Reeling Them In
A steward of the ocean, Water Grill delights seafood lovers in our landlocked state
Although Colorado has long been associated with another variety of oyster (cough, cough), we actually have come a long way in the seafood category, especially considering our state is 1,000 miles from the nearest ocean. Enter Water Grill, a new concept just off the 16th Street Mall proving Denverites to be sophisticated, mollusk-loving diners who want more than steak and potatoes.
There are six Water Grills (four in California, one in Las Vegas), yet the newly opened Denver outpost reports live-tank sales (crabs, lobsters and prawns) are up 40 percent over any other location, with raw bar sales up 30 percent. “It proves that Denver locals are searching for things they can’t normally get here in Colorado,” says general manager Travis Robinson. “Serving live product here is obviously challenging, so not a lot of restaurants are able to do it. But because we have our own distribution company, we can do it successfully.”
Robinson is referring to King’s Seafood Distribution, a family-owned, 15,000-square-foot facility in Santa Ana, Calif., that has been in operation for more than 75 years. With a solid foundation in responsible sourcing and sustainability, co-founder and CEO Sam King opened his first Water Grill in 1989 in downtown Los Angeles, an ultra-fine dining establishment with white tablecloths and servers in tuxedos. “But by the early 2000s, the King family realized the era of stuffy fine dining was over,” explains Robinson. “Sure, guests want Michelin-star service and food, but they also want a place to enjoy oysters on the way to a baseball game.”
The new generation of Water Grill restaurants offers a more approachable environment where people can come gussied up for dinner or sit at the raw bar in T-shirt and flip-flops. This is one of the reasons they company chose the location in the heart of LoDo. “When we started looking to expand in Denver before Coors Field was built, it didn’t feel right yet,” remembers King. But he came back a few years ago and was blown away by the booming construction downtown. When King saw the new build at Market Station within blocks of Coors Field, Union Station, Empower Field and the Convention Center, he immediately realized the space had a foot-traffic pattern with great potential.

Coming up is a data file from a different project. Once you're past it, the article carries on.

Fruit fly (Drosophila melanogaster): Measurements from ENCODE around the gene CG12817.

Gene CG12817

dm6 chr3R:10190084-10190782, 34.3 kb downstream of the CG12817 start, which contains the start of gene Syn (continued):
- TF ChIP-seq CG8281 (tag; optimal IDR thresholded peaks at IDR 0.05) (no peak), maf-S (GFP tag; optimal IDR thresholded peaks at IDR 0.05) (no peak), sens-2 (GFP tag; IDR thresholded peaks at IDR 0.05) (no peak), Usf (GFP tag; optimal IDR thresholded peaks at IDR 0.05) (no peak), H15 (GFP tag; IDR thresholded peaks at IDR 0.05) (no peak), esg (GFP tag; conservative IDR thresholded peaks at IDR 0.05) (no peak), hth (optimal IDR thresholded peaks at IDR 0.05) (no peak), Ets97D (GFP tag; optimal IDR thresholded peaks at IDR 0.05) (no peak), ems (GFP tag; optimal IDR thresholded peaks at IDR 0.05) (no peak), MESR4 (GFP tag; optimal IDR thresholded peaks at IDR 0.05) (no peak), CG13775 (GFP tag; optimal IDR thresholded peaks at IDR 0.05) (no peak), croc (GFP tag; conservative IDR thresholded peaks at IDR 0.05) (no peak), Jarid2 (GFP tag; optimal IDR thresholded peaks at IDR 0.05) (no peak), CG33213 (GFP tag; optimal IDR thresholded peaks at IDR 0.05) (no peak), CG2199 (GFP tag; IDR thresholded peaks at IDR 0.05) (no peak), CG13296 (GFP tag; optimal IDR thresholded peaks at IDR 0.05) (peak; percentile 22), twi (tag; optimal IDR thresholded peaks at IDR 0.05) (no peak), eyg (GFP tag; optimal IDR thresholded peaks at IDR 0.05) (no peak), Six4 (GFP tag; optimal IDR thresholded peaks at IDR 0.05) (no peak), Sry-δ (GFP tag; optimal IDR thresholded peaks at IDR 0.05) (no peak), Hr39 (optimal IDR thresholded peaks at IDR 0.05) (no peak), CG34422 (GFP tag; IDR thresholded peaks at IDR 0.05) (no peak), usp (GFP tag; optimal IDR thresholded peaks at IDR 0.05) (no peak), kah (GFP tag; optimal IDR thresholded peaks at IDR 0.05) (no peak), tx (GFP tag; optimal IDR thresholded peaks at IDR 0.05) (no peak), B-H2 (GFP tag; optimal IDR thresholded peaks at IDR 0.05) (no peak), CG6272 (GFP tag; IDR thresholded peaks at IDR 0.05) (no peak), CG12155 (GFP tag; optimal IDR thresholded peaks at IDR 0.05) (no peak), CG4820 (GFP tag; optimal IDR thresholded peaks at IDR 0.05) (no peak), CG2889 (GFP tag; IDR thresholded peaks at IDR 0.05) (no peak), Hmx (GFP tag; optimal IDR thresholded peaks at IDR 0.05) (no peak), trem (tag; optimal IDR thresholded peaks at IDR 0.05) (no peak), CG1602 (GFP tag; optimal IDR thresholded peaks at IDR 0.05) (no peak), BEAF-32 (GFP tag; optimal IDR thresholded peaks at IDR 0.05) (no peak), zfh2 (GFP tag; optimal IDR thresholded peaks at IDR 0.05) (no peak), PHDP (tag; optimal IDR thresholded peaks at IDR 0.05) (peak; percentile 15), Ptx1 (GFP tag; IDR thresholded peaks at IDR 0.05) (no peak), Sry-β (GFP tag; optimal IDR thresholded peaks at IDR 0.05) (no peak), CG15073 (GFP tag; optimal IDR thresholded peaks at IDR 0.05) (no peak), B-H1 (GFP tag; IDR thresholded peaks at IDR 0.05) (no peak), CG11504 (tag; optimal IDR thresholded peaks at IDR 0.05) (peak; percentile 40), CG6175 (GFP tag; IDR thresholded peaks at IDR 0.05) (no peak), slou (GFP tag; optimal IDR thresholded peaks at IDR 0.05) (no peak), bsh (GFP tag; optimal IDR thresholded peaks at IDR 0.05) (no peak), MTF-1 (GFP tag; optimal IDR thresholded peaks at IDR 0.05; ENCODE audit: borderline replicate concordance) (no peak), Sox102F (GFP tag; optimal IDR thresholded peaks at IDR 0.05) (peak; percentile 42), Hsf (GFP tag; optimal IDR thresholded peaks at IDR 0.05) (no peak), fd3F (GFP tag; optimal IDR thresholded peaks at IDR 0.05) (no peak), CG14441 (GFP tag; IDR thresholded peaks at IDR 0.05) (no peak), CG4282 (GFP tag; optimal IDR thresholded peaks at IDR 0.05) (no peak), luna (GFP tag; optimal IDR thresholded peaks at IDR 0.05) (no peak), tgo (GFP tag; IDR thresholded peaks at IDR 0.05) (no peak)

As for the 9,400-square-foot restaurant, it is massive, with low-key nautical decor and 237 cushy dining room seats in an elevated, swanky setting. Costa Mesa-based Hatch Design Group didn’t want the space to feel “cookie-cutter,” says Robinson, so they added details unique to the Colorado location, such as reclaimed wood, a stone hearth fireplace and cowhide booths using materials from local Angus. “Our biggest fear is being called a chain restaurant. So when we go into a new market, we strive to be different than our other locations,” he adds.
Also unique to Denver are certain local items on the menu, such as Mystic Mountain Mushrooms, striped bass, bison short ribs and Colorado draft beers. “We want to source local products as much as possible,” says Robinson, who is currently in negotiations with Golden-based Grateful Bread for their rolls and breads, and is looking to source peaches from Palisade. His favorite dishes on the extensive menu include the Live King Crab, Farmed Peruvian Bay Scallops, Charcoal-Grilled Australia Spiny Lobster, Chilean Sea Bass, Alaskan Black Cod, and the Clams Chorizo. “Oh, and the key lime pie has such a great reputation,” he says.
The stunning 36-seat market-style raw bar offers a more casual space, with up to 24 varieties of oysters offered at any given time and two to three shuckers doggedly keeping up with demand. Along with a glistening copper bar top, 10 beer taps and flat-screen TVs, the garage door-style windows open all summer to absorb the energy from the city and embrace the open-air atmosphere. King says the raw bar is akin to the European brassieres that showcase grand seafood counters with colossal iced shellfish platters. “We want to celebrate seafood,” he says.
Yet, the lingering question remains: Can our Water Grill actually get fresher oysters than its sister restaurants in California? Robinson says yes, then explains: “Depending on the day of the week and time of day, driving from our Santa Ana distribution center to Water Grill San Diego will take eight hours door to door (this includes stops and deliveries at the other restaurants),” he says. “Compare that to a two-hour flight to Denver, plus driving time, and you receive your seafood in half the time. It’s a crazy concept.”
So can we finally put the Rocky Mountain Oyster jokes aside, please? It’s clear we can do a lot better.
1691 Market St., Denver
Open at 4 p.m. daily, with lunch service starting mid-summer. Water Grill receives live seafood shipments every Monday, Wednesday and Friday. Three private dining rooms will be added to the space this summer.
Rebecca Gart is a freelance writer living in Denver with her husband and teenage son. An avid home chef, she is the former food editor for Delicious Living and has written for Cooking Light and Natural Health. Her favorite oyster is the kumamoto.